Posted by: Philip Carr-Gomm | April 13, 2013

Not the Future We Ordered

800px-Uncommon_beetroot_coloursBeetroot Books has interviewed John Michael Greer about his book Not the Future We Ordered. Here’s an excerpt from the interview:

Much of your work has a spiritual element, and anyone who’s familiar  with it would also know that you’ve been involved in [Druidry and] many Western mystery traditions, do you believe that any possible solution to these crises should recourse to spirituality in some form?

I’m going to take issue with the way this question is stated, because there are no solutions to the present spiral of converging crises. Nothing, that is, can make the crises go away, or keep our current lifestyles intact as we pass through them. Adaptations, not solutions, are what’s needed at this point — that is, ways of adapting ourselves and our lives to the implacable changes breaking over industrial civilization now and in the future. Spirituality can play an important part in those adaptations, but it can’t do the job alone; we also have to change our lives on the most practical, nitty-gritty level. You can meditate or pray to Gaia all you want, and if you still insist on driving an SUV and living an SUV lifestyle, you’re going to be on the wrong side of the changes as they hit.

Finally, are you personally optimistic or pessimistic about our immediate prospects – as in do you see an easy transition as a possibility?

We tossed the prospect of an easy transition into history’s dustbin at the time of the Thatcher- Reagan counterrevolution, when all the hard work toward sustainability that had been done in the 1970s was scrapped in the name of a vacuous free-market ideology that put short term profit and political advantage ahead of the long term survival of industrial civilization. As the Hirsch Report pointed out in 2005, preparations for peak oil would have had to begin twenty years before the peak of conventional petroleum production in order to prevent massive discontinuities.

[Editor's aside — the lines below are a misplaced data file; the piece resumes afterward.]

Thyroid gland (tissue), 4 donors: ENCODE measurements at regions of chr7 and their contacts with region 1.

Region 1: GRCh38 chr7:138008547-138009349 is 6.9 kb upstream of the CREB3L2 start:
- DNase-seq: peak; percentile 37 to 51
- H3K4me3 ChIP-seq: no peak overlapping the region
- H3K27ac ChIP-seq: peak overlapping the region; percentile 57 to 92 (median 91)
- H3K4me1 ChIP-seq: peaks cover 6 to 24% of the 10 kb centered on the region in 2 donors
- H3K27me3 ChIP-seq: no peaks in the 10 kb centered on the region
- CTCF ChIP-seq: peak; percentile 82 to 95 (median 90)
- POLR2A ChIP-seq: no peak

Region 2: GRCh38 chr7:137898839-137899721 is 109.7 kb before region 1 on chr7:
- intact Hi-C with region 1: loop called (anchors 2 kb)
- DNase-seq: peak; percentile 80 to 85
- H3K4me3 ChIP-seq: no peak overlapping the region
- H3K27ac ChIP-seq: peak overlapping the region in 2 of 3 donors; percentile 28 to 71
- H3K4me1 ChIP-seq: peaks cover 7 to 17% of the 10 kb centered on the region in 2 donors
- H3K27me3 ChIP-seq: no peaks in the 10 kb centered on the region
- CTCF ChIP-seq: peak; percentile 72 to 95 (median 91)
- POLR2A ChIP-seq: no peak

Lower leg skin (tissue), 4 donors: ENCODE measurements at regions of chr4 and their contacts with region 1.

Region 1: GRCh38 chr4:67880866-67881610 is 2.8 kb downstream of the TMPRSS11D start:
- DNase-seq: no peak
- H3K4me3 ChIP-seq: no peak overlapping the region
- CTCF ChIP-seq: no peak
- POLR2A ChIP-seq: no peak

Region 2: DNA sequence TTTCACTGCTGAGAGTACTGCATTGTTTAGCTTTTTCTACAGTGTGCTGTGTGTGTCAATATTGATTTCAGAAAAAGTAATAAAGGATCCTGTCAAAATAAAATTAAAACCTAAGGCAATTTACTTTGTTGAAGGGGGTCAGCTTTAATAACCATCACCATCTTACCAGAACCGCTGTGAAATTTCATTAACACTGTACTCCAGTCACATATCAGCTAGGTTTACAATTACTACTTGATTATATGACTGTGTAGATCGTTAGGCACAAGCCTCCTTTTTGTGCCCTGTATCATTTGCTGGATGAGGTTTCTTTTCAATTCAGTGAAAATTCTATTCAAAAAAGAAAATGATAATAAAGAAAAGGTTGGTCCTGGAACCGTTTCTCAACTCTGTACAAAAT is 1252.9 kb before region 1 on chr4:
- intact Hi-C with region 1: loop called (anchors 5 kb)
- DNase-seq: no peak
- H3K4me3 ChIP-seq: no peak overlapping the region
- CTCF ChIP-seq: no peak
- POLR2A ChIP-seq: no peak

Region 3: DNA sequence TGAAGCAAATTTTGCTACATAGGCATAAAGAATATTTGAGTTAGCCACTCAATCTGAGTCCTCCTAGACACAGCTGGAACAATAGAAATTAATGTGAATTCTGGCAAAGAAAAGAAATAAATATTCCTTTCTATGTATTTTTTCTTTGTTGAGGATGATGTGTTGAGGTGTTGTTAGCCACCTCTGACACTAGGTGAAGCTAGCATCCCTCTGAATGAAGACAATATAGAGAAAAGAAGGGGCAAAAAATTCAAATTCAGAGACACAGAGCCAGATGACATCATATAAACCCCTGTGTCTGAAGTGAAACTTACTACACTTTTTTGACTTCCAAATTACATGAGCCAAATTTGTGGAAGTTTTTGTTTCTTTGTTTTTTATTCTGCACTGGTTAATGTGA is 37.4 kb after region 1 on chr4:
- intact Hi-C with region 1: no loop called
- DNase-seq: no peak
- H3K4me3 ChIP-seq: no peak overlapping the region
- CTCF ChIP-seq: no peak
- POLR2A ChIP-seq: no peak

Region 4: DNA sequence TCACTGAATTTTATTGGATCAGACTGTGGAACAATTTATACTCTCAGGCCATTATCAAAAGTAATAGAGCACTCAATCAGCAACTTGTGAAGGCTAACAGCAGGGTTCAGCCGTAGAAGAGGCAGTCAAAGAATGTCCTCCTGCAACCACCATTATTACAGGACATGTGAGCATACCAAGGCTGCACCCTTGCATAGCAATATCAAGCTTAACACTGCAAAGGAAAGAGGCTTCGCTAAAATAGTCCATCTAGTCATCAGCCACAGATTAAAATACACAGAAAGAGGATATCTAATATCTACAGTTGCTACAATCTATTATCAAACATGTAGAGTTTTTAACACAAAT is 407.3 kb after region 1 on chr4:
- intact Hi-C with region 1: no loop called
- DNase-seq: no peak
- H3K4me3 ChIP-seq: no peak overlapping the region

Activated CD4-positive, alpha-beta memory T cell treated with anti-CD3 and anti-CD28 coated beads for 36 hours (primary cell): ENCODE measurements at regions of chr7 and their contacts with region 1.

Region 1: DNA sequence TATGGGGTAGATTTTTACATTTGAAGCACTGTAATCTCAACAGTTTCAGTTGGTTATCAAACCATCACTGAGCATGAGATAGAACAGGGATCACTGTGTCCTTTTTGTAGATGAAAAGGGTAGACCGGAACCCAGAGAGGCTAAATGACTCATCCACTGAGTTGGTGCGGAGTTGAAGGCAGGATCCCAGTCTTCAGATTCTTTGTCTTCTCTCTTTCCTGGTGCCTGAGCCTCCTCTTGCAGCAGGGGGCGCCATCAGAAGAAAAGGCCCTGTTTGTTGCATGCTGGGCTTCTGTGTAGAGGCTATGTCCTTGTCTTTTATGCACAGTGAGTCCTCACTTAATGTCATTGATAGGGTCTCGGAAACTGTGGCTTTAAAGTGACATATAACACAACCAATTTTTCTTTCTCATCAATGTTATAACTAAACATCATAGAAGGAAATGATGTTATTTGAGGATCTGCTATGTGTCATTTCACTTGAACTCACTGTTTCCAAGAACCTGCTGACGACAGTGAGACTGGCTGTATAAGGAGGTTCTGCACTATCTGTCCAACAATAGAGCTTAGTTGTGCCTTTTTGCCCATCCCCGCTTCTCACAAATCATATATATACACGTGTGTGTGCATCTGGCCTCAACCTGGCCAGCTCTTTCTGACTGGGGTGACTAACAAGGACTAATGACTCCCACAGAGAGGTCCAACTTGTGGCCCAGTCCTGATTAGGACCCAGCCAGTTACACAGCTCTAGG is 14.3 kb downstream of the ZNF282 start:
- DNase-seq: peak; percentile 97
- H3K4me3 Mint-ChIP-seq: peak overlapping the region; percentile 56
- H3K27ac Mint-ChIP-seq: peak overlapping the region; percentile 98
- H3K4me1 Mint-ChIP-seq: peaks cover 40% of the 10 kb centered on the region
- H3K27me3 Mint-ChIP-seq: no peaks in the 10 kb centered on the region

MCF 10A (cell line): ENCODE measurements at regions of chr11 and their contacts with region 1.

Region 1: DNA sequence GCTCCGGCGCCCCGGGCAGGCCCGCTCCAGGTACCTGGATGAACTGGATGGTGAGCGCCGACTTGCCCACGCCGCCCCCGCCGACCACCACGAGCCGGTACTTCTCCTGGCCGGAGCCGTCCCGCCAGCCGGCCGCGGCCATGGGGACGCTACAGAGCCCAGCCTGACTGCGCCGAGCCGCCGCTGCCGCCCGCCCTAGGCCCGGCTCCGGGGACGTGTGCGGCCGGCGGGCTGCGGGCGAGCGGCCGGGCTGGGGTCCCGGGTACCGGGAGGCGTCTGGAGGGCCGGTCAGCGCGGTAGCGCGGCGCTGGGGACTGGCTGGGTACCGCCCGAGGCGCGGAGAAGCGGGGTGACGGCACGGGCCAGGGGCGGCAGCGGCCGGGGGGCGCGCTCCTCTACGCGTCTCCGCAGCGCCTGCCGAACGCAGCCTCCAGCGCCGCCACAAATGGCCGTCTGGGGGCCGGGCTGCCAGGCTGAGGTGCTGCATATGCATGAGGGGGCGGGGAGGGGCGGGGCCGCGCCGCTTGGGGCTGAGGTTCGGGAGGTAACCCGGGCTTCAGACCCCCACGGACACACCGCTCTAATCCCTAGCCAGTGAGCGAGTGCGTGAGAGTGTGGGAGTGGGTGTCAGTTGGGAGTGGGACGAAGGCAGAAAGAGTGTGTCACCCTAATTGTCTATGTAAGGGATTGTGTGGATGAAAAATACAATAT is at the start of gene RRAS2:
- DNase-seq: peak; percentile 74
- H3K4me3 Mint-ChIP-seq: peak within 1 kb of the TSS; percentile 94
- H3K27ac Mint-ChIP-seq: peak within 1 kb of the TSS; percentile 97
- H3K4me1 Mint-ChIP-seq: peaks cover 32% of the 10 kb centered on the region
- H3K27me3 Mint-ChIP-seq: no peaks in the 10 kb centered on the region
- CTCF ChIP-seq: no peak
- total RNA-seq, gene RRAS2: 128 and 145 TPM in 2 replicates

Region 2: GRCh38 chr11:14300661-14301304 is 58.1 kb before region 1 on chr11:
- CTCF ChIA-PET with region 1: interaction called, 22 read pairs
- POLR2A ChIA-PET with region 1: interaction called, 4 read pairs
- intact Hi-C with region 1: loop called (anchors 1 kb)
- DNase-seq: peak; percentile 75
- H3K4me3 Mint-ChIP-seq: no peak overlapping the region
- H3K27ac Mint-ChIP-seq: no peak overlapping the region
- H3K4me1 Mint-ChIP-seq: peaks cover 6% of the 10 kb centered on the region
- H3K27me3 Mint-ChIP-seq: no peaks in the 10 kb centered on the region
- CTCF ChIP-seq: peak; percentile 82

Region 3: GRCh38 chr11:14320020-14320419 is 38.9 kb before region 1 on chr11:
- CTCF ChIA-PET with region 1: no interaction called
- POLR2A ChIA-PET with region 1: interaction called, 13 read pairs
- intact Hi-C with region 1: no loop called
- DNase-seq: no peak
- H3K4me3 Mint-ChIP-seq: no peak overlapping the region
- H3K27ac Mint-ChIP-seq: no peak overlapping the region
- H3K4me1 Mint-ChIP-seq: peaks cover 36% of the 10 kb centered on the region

The peak of conventional petroleum production, by an interesting irony, happened in 2005, right as that report was being leaked to the press. Thus we’re at least 27 years too late, and the massive discontinuities are already baked into the cake. Individuals, families, and communities can still take constructive steps to prepare for those discontinuities and get through them with as little suffering as possible, but one way or another it’s going to be a very rough road down from the peak.

Read the whole interview here


Responses

  1. I agree with the book’s author. The end of current way of life is inevitable. We deny it, but that does not mean it is not going to happen. Cultures died before: due to salination of soil, due to overgrazing, due to overhunting and felling of forests. While those cultures were dying, they continued with the practices that brought their demise. We are no different. Even people who are outwardly pagan continue using plastic bags and support meat and dairy industry, the biggest polluter of all industries, including transport.

  2. […] This week I was reading this: “The peak of conventional petroleum production, by an interesting irony, happened in 2005, right as that report was being leaked to the press. Thus we’re at least 27 years too late, and the massive discontinuities are already baked into the cake. Individuals, families, and communities can still take constructive steps to prepare for those discontinuities and get through them with as little suffering as possible, but one way or another it’s going to be a very rough road down from the peak.” – John Michael Greer […]


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